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A Glorious Death, A Beautiful Dying


Romans 6 begins with a question. Paul asked, “Shall we go on sinning so that grace may abound?” The grace that we receive from God through faith in Jesus Christ is everlasting. We have the wonderful gift of being wrapped and covered in the perfection of Christ even though we are imperfect, sinful beings. It is only by grace that this amazing wonder is allowed.


Yet sadly, because of the gift of grace, some people opt to abuse it. Some suppose that if Christ is so incredibly gracious to forgive them of their sins just by asking for forgiveness, then they can live in sin and simply be forgiven when they ask for it. While it is true that God is just enough to forgive us, Christ did not die for us to continue to live in sin. He died to set us free from sin.


Paul explains that believers should die to sin. He makes a divine correlation between the death of Christ and what should be the death of us. We know that Christ gave up his life and was buried in a borrowed tomb. Paul states that believers are buried alongside Christ when we are buried into water by way of baptism.


And just as Christ was resurrected by God after his burial, we are to be resurrected to newness of life in Christ after we rise from the burial of baptism. Our old man—our previous way of thinking and living—should die just as Christ died. And we ought to rise to a new creation just as Christ rose to glory.


That means who we are innately must die. I think we can all agree to this. Yet, I’m inclined to believe that we sometimes need a reminder of how to die. Haven’t we all witnessed a baptized believer still caught in the deadness of sin? This is only because they have yet to die.


Anything living must be fed. Whether spiritually or physically, feeding is how things stay alive. If we feed into our desires, they will never die. Paul says in Romans 6:13, “Do not offer any part of yourself to sin as an instrument of wickedness, but rather offer yourselves to God as those who have been brought from death to life; and offer every part of yourself to him as an instrument of righteousness.”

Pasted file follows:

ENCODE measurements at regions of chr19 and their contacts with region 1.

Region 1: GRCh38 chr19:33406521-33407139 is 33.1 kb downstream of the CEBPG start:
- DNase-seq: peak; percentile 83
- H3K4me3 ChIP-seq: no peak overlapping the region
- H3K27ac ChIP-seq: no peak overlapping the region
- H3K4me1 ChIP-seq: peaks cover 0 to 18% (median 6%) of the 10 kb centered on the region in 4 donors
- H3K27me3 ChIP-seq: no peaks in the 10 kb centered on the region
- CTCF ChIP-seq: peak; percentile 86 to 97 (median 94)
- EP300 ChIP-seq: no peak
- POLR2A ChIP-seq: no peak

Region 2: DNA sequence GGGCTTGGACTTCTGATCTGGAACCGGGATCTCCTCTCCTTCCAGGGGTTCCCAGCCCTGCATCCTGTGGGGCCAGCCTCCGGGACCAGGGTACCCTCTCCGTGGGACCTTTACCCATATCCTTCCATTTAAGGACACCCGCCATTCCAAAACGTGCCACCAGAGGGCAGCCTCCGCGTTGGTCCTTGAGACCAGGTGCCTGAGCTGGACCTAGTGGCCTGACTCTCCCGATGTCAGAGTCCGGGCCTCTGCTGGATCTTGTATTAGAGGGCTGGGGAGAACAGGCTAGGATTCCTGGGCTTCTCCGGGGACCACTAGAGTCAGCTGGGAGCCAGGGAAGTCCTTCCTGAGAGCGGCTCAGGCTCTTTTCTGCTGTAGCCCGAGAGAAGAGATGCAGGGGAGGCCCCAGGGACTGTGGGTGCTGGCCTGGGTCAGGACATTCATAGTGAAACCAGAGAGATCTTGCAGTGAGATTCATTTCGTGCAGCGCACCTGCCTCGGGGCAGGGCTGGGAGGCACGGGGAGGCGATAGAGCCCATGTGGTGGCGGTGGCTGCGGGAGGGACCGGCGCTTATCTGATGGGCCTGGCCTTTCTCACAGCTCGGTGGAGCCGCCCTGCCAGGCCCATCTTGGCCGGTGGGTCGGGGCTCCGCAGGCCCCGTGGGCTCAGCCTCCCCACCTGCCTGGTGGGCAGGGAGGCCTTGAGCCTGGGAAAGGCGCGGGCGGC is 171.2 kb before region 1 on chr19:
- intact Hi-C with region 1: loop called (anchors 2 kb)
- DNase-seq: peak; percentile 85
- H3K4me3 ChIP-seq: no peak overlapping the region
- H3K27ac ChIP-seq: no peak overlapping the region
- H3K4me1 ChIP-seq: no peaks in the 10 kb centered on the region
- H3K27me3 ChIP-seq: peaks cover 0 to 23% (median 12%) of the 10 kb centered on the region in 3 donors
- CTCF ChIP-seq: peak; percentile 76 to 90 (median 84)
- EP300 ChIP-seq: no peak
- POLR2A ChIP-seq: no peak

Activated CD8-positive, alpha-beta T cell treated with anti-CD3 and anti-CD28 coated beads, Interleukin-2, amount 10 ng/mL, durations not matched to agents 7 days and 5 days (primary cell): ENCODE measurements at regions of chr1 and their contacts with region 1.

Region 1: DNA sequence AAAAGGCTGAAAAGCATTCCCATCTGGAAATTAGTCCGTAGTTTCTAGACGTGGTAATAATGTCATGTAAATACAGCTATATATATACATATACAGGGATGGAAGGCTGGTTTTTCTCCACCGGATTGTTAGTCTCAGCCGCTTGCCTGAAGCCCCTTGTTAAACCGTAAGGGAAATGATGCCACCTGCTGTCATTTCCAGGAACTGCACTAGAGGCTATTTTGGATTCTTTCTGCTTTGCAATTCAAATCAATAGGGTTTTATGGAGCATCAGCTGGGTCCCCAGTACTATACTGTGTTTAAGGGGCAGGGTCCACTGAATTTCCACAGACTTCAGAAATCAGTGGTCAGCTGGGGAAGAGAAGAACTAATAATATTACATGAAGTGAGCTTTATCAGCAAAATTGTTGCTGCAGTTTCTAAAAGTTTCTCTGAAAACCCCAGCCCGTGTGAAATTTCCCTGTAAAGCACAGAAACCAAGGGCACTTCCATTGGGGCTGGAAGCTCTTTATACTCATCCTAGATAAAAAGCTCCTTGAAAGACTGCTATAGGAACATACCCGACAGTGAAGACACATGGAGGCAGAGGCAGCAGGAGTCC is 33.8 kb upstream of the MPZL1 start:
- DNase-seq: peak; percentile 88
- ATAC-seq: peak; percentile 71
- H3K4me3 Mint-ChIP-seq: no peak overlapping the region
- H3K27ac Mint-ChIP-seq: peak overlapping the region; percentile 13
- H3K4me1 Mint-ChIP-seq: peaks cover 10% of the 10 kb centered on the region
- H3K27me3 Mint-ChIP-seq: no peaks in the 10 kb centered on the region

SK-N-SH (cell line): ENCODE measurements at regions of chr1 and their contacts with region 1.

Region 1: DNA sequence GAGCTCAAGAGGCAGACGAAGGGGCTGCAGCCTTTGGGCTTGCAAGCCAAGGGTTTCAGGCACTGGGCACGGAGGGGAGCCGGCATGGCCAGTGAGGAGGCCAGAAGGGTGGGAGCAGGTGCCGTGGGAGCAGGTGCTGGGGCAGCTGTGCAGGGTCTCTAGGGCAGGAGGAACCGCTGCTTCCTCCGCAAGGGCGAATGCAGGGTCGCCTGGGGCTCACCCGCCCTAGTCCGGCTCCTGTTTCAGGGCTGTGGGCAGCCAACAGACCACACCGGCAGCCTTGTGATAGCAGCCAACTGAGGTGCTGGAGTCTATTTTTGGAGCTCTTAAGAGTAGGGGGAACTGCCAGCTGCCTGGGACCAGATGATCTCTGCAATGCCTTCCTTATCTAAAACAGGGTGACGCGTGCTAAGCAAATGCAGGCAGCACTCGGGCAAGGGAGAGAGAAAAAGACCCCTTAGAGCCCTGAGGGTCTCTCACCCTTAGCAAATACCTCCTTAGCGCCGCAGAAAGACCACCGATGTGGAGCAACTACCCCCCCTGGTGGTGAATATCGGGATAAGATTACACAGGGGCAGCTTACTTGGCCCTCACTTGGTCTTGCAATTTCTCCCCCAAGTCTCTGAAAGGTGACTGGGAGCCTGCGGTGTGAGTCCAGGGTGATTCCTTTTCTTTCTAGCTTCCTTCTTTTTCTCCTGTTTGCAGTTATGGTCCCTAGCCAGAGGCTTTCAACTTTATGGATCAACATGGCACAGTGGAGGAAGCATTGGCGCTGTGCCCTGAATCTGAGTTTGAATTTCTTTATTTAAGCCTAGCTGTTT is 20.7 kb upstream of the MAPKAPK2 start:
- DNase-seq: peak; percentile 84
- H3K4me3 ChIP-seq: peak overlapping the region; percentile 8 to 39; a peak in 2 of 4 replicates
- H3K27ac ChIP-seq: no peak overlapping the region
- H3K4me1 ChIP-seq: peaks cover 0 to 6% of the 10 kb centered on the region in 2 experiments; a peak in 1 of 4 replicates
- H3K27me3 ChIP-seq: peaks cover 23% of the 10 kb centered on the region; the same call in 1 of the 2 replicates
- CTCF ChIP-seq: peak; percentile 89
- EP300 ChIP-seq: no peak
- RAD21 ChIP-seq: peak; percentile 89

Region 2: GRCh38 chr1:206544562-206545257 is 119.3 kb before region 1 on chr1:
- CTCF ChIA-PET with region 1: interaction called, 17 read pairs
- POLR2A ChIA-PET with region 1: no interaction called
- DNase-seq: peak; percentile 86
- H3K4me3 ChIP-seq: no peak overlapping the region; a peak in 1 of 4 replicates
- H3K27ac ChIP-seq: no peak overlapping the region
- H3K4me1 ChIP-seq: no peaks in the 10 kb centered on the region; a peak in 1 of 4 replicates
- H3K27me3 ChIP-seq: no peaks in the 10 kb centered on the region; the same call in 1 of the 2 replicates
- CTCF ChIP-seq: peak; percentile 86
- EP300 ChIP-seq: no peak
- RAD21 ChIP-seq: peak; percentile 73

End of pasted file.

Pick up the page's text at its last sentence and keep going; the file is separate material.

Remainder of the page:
Anytime we sin, we offer ourselves to be used for wickedness. We agree to be used as a tool—to be used for what God has tried to save us from. Paul encourages us to instead offer ourselves to be a tool of righteousness.


Paul encourages us to stay away from the slavery that is sin, and to be free in Christ. In essence, Romans 6 tells us if we follow Christ, then we must die as Christ did. I can’t help but to remember the recorded accounts of Christ’s death. His death wasn’t a quick process. He wasn’t hanged nor did they behead him.


No, Christ’s death was a long, grueling process. He was whipped, beaten, mocked, and then hung on a cross with nails through his hands and feet for hours until he finally breathed his last breath.

What if our death process is the same? What if some of the ungodly things that lurk in us take a little more time to die?


I am not in support of wallowing in sin. I believe that God’s transformative power can completely remove all impulsive desires to sin against our Lord. And I certainly believe that all of our sins are covered once we confess Christ and live a surrendered life for him.


Yet, I do understand that the dying to our temptation may be a slow process. We can flee from sin while still having a desire to engage in sin. The death of the desire to sin against God may be a slow, grueling death just as the one of our Lord and Savior.


But it is a death that must occur. If we starve our temptation, if we starve the lust of the eye, the lust of the flesh, and the pride of life, then perhaps over time, our desire to sin will decrease or diminish completely.


Paul states that we die to sin upon the burial of baptism, to which I agree. Yet, even after we have risen into newness of life, the call of the old life may still beckon us. The death of the desire is one that we may fight until our very last breath.


Which is why it is so awesome that temptation isn’t what keeps us from salvation. It is the acting upon that temptation, which leads to sin and the wages of those sins is death according to Romans 6:23.


Therefore, although the dying to ourselves maybe a slow process and we may be tempted to live contrary to what is godly, praise God that through his Son Jesus, we can indeed die. Although it may seem odd, God will be the death of us all if we allow it, and we will all be made better because of it.


So, as we continue into 2024, may you have a glorious death—a beautiful dying to yourself and may you have a grand awakening and newness of life through Jesus Christ our Lord.

 

Quin Arrington is a wife, mother, and author with books available for purchase on Amazon at www.amazon.com/author/quinarrington

Thank you for your time. God bless!

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